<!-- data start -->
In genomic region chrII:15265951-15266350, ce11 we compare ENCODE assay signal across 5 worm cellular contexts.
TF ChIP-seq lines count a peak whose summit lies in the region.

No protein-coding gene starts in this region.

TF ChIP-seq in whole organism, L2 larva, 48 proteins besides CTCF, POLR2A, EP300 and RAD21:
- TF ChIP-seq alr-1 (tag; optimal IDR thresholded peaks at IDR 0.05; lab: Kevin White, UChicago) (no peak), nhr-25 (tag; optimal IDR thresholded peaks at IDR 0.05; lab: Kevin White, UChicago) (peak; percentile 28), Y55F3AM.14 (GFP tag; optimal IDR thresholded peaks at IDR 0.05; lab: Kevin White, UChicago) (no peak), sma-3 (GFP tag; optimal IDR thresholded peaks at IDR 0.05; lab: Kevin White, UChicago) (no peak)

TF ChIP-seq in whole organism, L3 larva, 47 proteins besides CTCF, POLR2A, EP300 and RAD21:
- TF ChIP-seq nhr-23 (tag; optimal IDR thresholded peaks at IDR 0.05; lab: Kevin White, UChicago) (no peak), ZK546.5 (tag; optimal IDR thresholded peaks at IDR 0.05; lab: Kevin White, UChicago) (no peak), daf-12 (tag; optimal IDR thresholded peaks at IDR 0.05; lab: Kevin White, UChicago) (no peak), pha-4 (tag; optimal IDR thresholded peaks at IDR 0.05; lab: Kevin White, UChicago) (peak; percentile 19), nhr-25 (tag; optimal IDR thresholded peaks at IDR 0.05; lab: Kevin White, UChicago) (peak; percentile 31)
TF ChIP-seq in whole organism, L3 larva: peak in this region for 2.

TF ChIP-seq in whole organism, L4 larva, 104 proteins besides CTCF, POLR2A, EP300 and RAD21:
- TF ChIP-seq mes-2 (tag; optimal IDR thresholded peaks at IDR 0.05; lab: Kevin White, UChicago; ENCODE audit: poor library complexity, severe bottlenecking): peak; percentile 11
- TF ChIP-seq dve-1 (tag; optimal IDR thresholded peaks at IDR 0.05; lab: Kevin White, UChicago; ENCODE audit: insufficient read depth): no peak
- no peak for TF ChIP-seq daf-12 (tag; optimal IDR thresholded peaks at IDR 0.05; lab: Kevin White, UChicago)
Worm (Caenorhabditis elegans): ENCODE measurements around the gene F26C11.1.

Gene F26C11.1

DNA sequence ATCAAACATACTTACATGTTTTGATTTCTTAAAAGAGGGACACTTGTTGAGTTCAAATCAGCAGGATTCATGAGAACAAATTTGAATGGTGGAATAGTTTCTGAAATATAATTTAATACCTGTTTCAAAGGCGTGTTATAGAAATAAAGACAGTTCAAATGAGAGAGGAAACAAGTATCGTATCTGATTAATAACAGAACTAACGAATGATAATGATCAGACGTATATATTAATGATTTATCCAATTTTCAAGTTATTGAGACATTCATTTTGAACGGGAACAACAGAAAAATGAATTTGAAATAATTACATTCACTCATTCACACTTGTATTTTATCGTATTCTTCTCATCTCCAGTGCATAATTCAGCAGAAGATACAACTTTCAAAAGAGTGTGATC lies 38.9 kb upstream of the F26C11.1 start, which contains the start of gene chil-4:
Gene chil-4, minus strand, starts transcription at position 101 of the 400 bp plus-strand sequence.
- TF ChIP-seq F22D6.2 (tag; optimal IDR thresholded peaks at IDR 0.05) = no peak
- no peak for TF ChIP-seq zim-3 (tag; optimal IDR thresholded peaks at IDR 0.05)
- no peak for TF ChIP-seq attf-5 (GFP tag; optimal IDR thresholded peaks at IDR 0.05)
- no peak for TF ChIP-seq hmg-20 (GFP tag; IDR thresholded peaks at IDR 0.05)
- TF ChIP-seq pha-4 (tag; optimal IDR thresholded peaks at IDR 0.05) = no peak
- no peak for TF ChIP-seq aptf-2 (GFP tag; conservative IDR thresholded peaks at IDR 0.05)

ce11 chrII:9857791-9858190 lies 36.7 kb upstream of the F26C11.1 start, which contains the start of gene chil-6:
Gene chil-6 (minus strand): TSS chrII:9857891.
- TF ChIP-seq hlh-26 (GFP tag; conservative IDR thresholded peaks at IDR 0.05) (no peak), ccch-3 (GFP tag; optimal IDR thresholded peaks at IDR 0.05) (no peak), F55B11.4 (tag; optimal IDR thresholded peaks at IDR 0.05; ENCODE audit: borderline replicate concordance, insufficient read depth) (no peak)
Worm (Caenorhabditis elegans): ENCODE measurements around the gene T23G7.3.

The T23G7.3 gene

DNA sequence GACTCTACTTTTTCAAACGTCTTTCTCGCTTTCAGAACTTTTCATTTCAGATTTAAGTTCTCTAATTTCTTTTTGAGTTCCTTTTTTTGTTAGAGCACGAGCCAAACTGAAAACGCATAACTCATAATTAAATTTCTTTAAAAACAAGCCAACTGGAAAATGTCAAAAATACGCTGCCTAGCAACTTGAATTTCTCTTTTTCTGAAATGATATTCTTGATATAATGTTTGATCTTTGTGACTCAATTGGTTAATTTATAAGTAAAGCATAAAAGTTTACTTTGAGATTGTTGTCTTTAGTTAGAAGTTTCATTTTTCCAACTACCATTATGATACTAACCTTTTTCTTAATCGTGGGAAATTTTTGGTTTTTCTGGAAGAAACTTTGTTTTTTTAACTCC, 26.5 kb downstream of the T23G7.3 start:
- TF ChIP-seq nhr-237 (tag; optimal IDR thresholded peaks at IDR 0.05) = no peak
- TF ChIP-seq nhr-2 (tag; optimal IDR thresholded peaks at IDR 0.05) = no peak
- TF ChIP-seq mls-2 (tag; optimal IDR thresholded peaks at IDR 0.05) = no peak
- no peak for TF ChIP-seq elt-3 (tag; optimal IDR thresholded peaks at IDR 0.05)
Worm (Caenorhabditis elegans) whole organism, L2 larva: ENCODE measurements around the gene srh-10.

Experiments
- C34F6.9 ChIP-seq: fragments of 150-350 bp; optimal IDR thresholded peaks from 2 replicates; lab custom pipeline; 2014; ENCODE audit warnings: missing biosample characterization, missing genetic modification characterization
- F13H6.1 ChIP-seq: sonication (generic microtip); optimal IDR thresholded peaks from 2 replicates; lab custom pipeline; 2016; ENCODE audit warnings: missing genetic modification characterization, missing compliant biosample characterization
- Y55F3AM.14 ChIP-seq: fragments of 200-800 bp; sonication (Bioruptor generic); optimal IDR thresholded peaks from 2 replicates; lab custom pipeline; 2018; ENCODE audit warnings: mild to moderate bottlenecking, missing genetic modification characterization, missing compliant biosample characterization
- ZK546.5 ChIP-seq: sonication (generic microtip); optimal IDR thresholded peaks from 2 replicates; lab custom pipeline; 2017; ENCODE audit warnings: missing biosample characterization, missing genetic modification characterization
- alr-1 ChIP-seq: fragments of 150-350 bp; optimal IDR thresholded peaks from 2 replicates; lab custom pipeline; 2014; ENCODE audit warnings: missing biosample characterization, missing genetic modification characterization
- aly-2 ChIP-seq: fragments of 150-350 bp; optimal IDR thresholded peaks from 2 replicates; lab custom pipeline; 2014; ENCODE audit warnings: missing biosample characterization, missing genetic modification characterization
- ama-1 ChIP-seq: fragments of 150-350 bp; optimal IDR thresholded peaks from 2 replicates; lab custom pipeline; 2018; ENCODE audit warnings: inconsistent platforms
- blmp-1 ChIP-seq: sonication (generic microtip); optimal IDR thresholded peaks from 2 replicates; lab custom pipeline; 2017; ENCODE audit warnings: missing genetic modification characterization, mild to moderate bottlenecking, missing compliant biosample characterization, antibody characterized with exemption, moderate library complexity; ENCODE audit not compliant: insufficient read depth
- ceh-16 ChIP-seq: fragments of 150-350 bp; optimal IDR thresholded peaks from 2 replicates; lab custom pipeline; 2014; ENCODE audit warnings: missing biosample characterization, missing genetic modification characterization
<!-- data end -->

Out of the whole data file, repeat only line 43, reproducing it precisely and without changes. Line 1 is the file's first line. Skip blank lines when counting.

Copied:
- ceh-16 ChIP-seq: fragments of 150-350 bp; optimal IDR thresholded peaks from 2 replicates; lab custom pipeline; 2014; ENCODE audit warnings: missing biosample characterization, missing genetic modification characterization